ALTO Hit the High Notes

New ZealandNew Zealand  Brahms, Bridge, Schumann, Loeffler, Hindemith, Weil: ALTO – Kristin Darragh (mezzo), Julia Joyce (viola), Kirsten Simpson (piano), The Old Library Arts Centre, Whangarei, Northland, New Zealand, 21.06.2012. (PSe)

Whangarei Music Society recitals engender many feelings. Boredom isn’t one of them. Even in the depths of Northland, far from the madding crowds of New Zealand’s metropolitan music-making, we seem to get our fair share of fascinating fare. Take chamber recitals, for example. Chamber groups are by definition small, but by way of compensation they consequently come in the fabled “57 varieties”.

One such variety is ALTO, the latest from Chamber Music NZ’s capacious stable, and here giving only their second public performance. ALTO is a trio. But, before you say, “Ho, hum,” I should add that this trio intriguingly complements Kirsten Simpson’s piano with Kristin Darragh and Julia Joyce – a mezzo-soprano and a violist!

The fascination lies not so much in these unusual components, but more in both of them being relatively low-pitched and mellow-toned. Again, both “instruments” – the viola especially – normally playing second fiddle to brighter, more penetrating cousins is reason enough to give them some limelight, don’t you think? Whether you think so or not, ALTO evidently do, and on the strength of this showing I’m inclined to go along with them.

I should mention that, although ALTO is a brand-new ensemble, each of its three members is thoroughly experienced as a solo performer.

We got off to a rollicking, if relatively conventional, start with Brahms’s Zigeunerlieder, potently projected by Kristin’s animated, powerfully expressive singing (Being almost entirely ignorant of the German language, I had to wonder, “Expressive of what?”) and Kirsten’s beautifully sprung “gypsy” rhythms.

Bridge’s more romantically introverted Three Songs, composed specifically for these forces, introduced Julia’s viola. Blending with the piano, its lovely, oaken, sexy sound smouldered beneath the richly-intoned vocal lines, in which Kristin, even when ascending aloft or stepping on the gas, kept her vibrato on a commendably tight leash.

I must admit that I have a real soft spot for the viola, and cannot understand why it has been squeezed into insignificance between the violin and the cello (or, for that matter, why “viola-player” jokes far outnumber those at the expense of the players of all other instruments put together!). Schumann’s Märchenbilder (Fairy Tales) for viola and piano provided a further demonstration of the viola’s uniquely delectable character. Buoyed by Kirsten’s circumspect pianism, in livelier music its velvety tone brought body to robust rasping, whilst in gentler passages its velvet took on a veiled quality, making magic of the numerous double-stoppings and portamenti.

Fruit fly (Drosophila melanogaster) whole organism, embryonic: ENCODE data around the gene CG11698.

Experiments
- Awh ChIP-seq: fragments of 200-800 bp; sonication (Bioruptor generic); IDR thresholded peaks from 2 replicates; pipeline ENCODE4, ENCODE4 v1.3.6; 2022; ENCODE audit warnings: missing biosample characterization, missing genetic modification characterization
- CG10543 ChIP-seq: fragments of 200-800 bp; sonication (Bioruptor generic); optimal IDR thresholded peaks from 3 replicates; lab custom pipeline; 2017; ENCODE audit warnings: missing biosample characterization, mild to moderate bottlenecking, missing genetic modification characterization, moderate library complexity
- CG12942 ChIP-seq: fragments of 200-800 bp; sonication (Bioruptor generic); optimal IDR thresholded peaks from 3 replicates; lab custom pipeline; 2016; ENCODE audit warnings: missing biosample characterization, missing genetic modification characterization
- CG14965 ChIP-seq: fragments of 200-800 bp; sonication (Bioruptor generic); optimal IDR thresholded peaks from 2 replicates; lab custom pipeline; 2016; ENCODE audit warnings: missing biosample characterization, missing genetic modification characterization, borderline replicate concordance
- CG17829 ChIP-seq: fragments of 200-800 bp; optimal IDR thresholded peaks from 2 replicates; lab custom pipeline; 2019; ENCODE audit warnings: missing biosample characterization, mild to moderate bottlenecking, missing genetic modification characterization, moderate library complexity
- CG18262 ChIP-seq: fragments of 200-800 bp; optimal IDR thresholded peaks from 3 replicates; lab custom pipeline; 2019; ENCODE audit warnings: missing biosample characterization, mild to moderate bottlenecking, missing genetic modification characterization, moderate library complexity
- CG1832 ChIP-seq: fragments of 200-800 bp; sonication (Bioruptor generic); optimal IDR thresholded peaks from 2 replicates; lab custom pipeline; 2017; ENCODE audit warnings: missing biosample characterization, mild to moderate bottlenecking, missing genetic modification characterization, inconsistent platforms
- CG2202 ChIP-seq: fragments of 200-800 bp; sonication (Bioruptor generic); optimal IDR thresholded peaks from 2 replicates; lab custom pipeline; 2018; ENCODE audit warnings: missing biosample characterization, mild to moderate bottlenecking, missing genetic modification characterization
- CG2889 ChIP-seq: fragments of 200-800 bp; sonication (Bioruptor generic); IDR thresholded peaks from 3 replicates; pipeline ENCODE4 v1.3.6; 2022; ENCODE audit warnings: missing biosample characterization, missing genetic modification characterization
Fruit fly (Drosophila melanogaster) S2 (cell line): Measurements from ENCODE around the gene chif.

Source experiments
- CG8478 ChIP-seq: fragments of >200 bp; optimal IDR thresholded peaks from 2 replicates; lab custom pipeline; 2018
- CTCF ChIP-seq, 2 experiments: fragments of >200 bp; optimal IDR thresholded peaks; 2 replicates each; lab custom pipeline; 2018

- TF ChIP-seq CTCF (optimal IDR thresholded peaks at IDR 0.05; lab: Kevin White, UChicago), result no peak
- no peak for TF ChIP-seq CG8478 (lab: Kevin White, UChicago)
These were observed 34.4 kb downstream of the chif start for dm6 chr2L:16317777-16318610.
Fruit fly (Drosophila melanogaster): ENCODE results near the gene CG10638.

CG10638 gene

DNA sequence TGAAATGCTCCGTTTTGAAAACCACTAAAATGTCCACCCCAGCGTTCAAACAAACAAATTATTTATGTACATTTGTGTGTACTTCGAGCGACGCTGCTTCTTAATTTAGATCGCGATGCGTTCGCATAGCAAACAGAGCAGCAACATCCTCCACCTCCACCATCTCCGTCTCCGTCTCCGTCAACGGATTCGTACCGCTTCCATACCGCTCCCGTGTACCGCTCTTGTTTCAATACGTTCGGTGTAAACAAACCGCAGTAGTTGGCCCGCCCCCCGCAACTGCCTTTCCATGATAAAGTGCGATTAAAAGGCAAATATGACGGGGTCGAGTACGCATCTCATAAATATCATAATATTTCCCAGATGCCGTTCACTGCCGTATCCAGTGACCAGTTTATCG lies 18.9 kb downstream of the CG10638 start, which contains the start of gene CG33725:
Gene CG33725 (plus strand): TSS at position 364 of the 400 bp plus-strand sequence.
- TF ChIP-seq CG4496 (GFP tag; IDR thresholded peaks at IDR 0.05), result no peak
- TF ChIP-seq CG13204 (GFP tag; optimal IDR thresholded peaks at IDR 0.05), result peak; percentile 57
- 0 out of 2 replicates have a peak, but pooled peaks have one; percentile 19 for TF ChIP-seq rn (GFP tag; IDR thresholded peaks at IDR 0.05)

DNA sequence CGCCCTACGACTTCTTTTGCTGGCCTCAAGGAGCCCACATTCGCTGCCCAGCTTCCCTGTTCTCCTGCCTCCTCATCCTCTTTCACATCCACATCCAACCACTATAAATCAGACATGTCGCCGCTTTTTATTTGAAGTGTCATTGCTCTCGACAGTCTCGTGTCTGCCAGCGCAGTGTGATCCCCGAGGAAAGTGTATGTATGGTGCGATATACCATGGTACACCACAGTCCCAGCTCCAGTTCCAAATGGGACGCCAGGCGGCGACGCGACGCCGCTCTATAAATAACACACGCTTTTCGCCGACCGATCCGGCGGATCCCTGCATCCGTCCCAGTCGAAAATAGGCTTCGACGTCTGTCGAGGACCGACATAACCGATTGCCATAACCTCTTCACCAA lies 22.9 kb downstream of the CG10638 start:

In the first of two of Loeffler’s Poèmes pour Voix, Alto et Piano ALTO’s deliciously flexible tempi captured the folksy gigue to an absolute “T”. Kristin’s voice was admirably attuned to the French style and accentuations. In the second, Kirsten’s nimble fingers decorated the vocal line with some sweet arabesques.

With apologies to those who enjoyed it, I personally wouldn’t mind if Hindemith’s Trauermusik were played at my funeral (think about it!). It was written in haste to commemorate the death of King George V, and to my ears the haste shows. Admittedly, it’s very earnest, but is so dull and uninspired as to resist even Julia and Kirsten’s intense advocacy. Hindemith, otherwise a brilliant composer, perhaps ought to have quietly binned this one.

Where Trauermusik did succeed, however, was in maximising the impact of the succeeding item – two songs, Youkali (a.k.a. The Land of Our Desires) and Nanna’s Lied, which exemplify Kurt Weill at his sleaziest. These were droolingly dispatched with the most unladylike relish. Imagine, if you will, Kirsten slouching over a beer-stained pub piano. Imagine Julia, cheroot dangling from her lips, scraping away at a wailing “cabaret” fiddle (though not slithering somewhere off-centre of in-tune). Imagine Kristin, curled erotically around a chair back, eyelids drooping meaningfully, and crooning with consummate decadence. Got that? Well, push your eyeballs back into their sockets, because it didn’t actually look like that. However, the good news is that it sure sounded like it!

After that, I had a bit of trouble concentrating on the finale. Brahms composed his Zwei Gesänge for mezzo, viola and piano in the hope – forlorn, as it turned out – of reconciling the estranged Joseph and Amelie Joachim. The first, showing the viola – descended from the viola d’amore – as well-suited to amorous outpourings, was sung with much passion and tenderness. The second, whose climaxes are perhaps a bit on the strong side for a “sacred lullaby”, was equally impassioned.

Brahms is “stuffy”, is he? Well, I suppose he is, when you compare him with Weill. Which reminds me – ALTO concluded their thoroughly entertaining evening with an encore of Youkali. Now, ladies, I ask you, how much can a mere man be expected to take?


Paul Serotsky